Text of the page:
Italy is nearing to become the first country to strictly enforce vaccination laws. The legislation, after a heated debate in the parliament, will be applicable from next month onwards (April). It could potentially change Italian attitudes towards vaccination and children health in particular.
According to the law, parents have been asked to keep children away from school if they have not undergone vaccination. What is even more strict about the law is that parents could be fined if they do not abide by the regulation. They can be fined an amount starting from 400 Euros to somewhere about 600 Euros. Children under six-year-old can, fortunately, get away with the law but not anyone beyond that age group.
The Lorenzin Vaccination Law
The legislation that came about was named after the health minister who had been pushing up for the change for long. According to the minister, radical steps towards protecting Italian children is the need of the hour. Generally, from what is observed, the minister argues, there is unawareness on the behalf of the parents. Not many realize that vaccination is better for the child him/herself and the population around.
Why Minister Lorenzin pushed for the legislation can also be understood with regards to the rise in measles cases. Parts of Europe and USA are amidst the worst measles crisis of the decade that has essentially affected thousands.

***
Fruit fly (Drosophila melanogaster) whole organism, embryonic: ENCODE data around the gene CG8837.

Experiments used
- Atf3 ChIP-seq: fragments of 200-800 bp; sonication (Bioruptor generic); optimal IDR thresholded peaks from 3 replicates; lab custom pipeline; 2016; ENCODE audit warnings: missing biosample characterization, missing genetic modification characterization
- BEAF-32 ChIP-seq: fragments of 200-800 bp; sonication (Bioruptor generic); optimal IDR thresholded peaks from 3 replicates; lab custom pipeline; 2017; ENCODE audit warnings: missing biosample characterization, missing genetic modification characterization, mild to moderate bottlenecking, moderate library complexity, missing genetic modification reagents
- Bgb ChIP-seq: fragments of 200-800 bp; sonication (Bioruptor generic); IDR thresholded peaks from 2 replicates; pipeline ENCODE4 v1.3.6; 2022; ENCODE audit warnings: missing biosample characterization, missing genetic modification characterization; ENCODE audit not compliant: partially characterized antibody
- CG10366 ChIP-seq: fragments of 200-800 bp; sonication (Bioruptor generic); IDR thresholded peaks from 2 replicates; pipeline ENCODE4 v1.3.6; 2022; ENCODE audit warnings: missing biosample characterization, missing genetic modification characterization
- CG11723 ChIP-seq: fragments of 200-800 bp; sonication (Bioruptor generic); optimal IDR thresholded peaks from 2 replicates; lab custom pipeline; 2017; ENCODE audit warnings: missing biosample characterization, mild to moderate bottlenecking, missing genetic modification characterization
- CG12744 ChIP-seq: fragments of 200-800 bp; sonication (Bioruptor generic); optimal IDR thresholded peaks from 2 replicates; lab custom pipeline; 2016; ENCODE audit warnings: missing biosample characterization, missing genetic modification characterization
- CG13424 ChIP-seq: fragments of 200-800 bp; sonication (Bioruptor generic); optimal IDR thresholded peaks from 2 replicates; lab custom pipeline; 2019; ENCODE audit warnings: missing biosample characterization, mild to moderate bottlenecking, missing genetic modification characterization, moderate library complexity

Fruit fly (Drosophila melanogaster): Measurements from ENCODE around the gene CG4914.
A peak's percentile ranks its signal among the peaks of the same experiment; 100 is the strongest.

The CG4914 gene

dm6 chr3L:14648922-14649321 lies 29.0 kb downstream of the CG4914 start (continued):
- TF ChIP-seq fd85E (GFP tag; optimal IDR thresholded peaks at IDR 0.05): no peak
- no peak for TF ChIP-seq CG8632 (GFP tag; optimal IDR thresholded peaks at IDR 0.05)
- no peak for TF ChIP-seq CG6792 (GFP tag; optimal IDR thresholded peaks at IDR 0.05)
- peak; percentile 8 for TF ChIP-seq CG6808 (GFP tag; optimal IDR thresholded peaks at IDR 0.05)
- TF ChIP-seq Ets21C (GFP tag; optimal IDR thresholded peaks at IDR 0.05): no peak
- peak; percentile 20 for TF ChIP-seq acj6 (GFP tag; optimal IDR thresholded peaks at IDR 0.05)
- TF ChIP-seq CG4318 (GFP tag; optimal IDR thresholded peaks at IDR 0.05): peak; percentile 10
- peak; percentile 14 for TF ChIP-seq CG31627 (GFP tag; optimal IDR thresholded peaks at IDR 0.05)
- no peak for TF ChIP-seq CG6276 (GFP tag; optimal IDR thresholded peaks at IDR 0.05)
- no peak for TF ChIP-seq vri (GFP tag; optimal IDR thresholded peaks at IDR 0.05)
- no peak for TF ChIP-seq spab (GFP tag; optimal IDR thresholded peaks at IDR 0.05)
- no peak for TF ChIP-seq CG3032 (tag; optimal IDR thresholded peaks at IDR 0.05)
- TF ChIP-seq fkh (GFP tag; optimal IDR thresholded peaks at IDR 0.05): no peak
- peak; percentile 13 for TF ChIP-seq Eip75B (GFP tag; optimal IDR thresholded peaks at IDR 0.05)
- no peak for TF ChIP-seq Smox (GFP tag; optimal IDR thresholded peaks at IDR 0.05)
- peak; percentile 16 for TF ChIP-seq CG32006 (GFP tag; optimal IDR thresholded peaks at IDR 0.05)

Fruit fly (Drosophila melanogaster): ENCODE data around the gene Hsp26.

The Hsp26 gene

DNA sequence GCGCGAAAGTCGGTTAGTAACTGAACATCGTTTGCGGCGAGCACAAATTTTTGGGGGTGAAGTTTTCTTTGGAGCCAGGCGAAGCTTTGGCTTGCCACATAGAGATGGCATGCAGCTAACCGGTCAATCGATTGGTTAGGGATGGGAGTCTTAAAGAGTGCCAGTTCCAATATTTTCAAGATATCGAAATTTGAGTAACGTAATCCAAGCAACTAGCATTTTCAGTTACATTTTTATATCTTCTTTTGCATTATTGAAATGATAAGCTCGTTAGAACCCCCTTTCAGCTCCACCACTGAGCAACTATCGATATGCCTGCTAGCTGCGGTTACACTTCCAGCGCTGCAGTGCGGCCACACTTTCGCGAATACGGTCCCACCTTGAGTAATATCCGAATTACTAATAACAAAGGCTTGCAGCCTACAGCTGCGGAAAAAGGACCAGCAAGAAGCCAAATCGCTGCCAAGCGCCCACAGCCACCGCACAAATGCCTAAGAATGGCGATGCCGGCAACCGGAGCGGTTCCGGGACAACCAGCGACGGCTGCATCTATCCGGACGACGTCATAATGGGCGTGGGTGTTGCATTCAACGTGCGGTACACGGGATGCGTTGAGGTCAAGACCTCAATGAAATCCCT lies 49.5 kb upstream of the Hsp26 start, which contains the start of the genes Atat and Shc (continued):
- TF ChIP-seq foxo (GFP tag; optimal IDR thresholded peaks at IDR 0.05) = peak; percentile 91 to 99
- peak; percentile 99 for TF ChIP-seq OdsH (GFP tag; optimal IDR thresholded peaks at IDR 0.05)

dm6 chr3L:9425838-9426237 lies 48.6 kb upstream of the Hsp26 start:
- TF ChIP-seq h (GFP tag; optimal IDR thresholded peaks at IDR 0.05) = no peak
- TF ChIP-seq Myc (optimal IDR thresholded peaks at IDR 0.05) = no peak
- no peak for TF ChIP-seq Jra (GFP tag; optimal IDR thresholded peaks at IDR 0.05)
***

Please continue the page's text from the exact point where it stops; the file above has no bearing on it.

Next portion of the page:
The change was long overdue. Previously, proponents of vaccination had demanded implementation of a similar law but that never got executed. Now, according to the recent legislation, the enforcement could take place as early as 1st April with no levy for an extension.
The proposition is simple and straightforward. “No Vaccine, No School.”
Accordingly, school authorities will make it a point to check the vaccination documents of children. While children under 6 remain exempted, others have to strictly abide by the regulation. Those between 6 and 16-year-old need to have some documented proof. Failing to do so can instil a considerable fine on the parents.
Bologna, one of the largest cities in Italy, have around 5000 children going to school without any proof of vaccination. For other cities, the problem could potentially be worse although no exact figures have so far been reported.
How will the law bring about a change?
For the proponents and supporters of the law, this radical change is nonetheless a step in the right direction. It is a vital step ensuring proper health of the young generation as well as ensuring the well being of the Italian population in general.
The government, on the other hand, is also more than willing to accommodate this change. Through a successful execution of the plan, the health authorities want to achieve the WHO vaccination benchmark. Currently, the rates in Italy stand at 80%, 15 short of what the situation should ideally be.
Yet, some Italian parents still remain sceptical and doubleminded. They are unsure of how to go about the situation. Not long ago, there were rumours circulating all over the country about the possible consequences of vaccination. While these rumours hold no authenticity, it is about time before the inhibitions of the parents are properly dealt with.